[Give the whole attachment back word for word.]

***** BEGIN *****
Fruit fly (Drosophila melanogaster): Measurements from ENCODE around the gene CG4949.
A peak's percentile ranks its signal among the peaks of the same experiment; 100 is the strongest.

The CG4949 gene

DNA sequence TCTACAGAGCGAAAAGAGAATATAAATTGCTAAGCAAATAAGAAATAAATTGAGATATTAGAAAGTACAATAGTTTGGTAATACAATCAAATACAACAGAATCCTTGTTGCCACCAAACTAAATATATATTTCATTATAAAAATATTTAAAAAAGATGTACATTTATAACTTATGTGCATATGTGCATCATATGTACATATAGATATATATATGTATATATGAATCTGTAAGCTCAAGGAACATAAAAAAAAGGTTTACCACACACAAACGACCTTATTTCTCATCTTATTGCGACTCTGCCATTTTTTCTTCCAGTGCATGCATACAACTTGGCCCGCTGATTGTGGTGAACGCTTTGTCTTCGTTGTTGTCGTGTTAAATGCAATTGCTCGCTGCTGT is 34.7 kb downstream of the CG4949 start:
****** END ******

Fruit fly (Drosophila melanogaster): Measurements from ENCODE around the gene CG4949.
A peak's percentile ranks its signal among the peaks of the same experiment; 100 is the strongest.

The CG4949 gene

DNA sequence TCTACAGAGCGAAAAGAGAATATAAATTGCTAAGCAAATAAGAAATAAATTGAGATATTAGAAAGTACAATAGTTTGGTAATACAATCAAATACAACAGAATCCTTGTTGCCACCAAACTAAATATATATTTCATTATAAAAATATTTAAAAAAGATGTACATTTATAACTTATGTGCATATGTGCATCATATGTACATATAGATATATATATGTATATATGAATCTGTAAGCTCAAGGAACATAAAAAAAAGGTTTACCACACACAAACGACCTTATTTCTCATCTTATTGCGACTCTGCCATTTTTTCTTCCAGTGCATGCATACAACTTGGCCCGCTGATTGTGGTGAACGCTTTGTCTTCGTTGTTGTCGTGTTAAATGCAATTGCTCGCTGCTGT is 34.7 kb downstream of the CG4949 start: